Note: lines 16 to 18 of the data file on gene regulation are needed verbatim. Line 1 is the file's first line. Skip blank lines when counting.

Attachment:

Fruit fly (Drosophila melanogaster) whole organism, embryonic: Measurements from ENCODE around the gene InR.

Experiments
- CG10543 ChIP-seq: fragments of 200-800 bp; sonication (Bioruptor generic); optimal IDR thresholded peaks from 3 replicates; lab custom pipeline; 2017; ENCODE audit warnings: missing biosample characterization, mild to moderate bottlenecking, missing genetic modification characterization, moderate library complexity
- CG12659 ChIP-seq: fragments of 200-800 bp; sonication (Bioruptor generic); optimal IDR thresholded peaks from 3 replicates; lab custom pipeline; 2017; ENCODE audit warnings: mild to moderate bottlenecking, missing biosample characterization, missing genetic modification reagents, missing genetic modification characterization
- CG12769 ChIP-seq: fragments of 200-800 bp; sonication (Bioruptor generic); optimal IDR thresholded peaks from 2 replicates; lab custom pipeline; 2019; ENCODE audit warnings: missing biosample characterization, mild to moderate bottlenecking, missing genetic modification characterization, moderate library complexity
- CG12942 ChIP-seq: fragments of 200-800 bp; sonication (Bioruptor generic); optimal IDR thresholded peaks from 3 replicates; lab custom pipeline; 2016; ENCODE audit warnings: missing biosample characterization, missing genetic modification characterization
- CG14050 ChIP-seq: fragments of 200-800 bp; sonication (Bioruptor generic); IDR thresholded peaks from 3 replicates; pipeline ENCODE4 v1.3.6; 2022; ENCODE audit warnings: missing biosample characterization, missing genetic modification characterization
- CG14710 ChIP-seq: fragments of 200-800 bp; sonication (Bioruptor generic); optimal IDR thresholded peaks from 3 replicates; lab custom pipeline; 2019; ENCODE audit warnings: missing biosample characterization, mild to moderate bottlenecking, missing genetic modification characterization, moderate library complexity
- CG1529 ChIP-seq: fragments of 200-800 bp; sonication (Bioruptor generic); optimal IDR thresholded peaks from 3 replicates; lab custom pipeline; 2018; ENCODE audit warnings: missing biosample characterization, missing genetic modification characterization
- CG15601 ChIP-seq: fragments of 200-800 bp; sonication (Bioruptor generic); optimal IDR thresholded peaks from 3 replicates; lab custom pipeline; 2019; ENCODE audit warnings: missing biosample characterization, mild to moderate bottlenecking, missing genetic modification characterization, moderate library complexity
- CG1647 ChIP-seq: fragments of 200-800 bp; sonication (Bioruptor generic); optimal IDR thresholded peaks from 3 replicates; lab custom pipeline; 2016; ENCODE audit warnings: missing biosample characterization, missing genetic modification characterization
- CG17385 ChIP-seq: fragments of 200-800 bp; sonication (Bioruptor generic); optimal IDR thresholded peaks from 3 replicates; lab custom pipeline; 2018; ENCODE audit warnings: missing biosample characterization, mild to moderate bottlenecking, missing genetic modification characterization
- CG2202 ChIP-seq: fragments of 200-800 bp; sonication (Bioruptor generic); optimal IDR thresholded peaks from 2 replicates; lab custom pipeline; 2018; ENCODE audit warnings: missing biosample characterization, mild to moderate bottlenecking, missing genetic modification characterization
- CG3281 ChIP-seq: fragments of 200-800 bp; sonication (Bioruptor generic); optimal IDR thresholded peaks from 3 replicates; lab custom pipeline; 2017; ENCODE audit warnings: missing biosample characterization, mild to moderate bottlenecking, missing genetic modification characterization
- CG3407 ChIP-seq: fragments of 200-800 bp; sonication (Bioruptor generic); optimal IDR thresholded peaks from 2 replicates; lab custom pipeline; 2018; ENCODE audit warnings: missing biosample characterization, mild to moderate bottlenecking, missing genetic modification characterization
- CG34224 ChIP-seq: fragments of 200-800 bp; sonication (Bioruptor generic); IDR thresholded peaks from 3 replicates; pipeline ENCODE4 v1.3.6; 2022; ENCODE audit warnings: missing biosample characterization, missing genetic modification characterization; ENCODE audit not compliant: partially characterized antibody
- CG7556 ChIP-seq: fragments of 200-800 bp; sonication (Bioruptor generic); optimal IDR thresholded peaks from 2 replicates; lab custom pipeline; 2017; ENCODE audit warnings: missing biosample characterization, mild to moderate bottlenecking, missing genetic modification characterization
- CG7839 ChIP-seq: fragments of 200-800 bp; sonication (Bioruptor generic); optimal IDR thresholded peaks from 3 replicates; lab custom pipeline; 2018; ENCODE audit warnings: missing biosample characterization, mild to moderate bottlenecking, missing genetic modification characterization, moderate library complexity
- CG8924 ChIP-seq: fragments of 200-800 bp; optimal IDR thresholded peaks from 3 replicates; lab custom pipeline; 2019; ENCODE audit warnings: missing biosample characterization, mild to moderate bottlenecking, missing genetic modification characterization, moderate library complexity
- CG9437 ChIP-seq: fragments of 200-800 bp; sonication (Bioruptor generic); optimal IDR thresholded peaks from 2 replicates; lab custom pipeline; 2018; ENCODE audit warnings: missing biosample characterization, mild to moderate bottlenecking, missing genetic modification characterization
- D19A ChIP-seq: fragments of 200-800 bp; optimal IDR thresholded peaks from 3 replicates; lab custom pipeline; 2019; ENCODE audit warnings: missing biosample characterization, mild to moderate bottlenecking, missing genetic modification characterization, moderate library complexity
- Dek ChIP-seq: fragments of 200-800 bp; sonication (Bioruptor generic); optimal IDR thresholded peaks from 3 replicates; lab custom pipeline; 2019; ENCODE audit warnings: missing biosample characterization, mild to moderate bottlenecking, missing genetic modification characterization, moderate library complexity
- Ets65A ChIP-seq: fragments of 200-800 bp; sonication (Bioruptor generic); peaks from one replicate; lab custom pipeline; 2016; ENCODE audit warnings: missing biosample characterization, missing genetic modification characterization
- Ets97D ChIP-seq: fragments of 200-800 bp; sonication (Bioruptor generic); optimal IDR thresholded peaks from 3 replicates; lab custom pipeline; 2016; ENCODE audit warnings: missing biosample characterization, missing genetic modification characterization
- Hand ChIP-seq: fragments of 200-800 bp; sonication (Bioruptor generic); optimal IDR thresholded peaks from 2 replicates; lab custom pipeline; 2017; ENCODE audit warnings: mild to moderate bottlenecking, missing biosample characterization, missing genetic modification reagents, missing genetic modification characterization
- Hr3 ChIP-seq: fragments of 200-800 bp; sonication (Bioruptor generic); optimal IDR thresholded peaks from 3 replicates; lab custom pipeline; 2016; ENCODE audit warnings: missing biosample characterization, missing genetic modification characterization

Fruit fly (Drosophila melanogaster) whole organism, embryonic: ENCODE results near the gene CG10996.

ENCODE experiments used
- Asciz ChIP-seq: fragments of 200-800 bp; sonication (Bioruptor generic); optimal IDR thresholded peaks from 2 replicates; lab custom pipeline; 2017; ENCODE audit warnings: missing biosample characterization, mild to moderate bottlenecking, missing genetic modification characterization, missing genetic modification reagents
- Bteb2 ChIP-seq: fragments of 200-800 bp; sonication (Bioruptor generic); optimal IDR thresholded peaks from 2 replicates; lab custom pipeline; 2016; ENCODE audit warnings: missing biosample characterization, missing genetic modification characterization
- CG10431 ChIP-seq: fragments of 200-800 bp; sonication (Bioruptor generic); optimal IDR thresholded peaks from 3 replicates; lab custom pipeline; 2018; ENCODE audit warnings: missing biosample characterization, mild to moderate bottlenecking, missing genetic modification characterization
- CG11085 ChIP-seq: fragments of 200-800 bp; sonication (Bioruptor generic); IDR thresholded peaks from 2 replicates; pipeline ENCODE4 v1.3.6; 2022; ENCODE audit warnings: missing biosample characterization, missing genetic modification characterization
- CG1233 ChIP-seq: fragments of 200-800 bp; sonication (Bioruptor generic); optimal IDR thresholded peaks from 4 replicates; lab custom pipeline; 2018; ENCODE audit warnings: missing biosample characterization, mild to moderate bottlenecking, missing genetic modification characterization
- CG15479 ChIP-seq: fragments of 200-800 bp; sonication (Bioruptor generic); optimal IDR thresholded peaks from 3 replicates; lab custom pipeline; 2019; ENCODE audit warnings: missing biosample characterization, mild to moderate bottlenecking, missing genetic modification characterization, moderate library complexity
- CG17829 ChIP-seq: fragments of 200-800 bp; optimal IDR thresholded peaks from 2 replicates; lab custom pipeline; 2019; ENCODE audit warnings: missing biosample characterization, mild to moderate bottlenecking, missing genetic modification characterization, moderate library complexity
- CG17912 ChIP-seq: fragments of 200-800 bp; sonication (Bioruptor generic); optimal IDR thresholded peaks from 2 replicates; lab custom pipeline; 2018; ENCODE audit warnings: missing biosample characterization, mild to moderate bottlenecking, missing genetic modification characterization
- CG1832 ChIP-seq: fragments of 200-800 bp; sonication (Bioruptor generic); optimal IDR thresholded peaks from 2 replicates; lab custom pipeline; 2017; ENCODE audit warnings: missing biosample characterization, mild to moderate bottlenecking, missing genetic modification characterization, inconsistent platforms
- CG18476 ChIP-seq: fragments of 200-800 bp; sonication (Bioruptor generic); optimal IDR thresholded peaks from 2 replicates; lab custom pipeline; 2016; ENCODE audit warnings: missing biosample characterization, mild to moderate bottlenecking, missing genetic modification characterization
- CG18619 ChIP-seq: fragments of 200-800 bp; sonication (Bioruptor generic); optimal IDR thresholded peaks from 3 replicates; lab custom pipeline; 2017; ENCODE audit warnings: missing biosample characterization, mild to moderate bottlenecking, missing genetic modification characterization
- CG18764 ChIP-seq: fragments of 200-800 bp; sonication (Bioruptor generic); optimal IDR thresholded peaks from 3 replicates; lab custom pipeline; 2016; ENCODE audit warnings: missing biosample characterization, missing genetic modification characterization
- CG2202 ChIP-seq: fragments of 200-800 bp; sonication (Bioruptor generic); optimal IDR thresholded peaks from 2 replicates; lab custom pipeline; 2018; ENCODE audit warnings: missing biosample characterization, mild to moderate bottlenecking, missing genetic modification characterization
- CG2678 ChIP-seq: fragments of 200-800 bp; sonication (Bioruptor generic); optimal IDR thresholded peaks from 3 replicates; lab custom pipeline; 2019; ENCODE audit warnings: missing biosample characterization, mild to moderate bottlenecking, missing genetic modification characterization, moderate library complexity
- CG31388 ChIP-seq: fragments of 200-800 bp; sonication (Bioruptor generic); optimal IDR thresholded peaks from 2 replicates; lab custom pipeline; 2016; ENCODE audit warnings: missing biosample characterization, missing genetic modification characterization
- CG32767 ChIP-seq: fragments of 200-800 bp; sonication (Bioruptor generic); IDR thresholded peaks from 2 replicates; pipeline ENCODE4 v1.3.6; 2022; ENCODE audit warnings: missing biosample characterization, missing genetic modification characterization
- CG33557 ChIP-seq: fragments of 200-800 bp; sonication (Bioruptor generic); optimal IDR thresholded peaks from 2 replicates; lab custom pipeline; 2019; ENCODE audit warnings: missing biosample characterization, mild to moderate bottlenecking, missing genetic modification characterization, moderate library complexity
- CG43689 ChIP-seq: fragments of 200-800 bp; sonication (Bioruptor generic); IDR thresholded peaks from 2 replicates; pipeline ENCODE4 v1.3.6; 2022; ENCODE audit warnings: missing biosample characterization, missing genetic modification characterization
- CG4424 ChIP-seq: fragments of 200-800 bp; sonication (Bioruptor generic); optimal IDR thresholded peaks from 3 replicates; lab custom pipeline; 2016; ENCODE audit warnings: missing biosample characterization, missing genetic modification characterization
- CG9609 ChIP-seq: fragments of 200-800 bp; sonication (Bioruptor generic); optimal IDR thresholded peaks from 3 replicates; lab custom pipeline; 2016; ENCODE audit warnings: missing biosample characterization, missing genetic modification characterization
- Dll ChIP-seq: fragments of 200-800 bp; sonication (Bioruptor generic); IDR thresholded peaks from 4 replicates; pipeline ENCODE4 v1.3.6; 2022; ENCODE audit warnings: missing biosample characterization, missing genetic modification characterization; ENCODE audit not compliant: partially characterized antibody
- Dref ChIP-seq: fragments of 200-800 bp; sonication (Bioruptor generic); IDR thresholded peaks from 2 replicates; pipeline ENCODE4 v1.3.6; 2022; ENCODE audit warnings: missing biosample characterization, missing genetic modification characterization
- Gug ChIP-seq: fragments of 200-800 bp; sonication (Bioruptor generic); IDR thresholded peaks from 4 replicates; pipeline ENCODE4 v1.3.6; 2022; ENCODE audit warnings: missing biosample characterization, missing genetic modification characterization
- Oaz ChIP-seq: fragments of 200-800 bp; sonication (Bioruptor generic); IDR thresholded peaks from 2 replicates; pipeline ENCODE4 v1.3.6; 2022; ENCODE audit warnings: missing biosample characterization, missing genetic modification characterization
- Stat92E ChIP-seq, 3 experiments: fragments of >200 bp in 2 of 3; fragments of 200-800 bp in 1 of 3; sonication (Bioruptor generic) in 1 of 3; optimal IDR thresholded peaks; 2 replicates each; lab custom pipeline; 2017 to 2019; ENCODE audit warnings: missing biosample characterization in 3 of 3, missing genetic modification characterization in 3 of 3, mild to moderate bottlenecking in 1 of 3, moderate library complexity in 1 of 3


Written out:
- CG34224 ChIP-seq: fragments of 200-800 bp; sonication (Bioruptor generic); IDR thresholded peaks from 3 replicates; pipeline ENCODE4 v1.3.6; 2022; ENCODE audit warnings: missing biosample characterization, missing genetic modification characterization; ENCODE audit not compliant: partially characterized antibody
- CG7556 ChIP-seq: fragments of 200-800 bp; sonication (Bioruptor generic); optimal IDR thresholded peaks from 2 replicates; lab custom pipeline; 2017; ENCODE audit warnings: missing biosample characterization, mild to moderate bottlenecking, missing genetic modification characterization
- CG7839 ChIP-seq: fragments of 200-800 bp; sonication (Bioruptor generic); optimal IDR thresholded peaks from 3 replicates; lab custom pipeline; 2018; ENCODE audit warnings: missing biosample characterization, mild to moderate bottlenecking, missing genetic modification characterization, moderate library complexity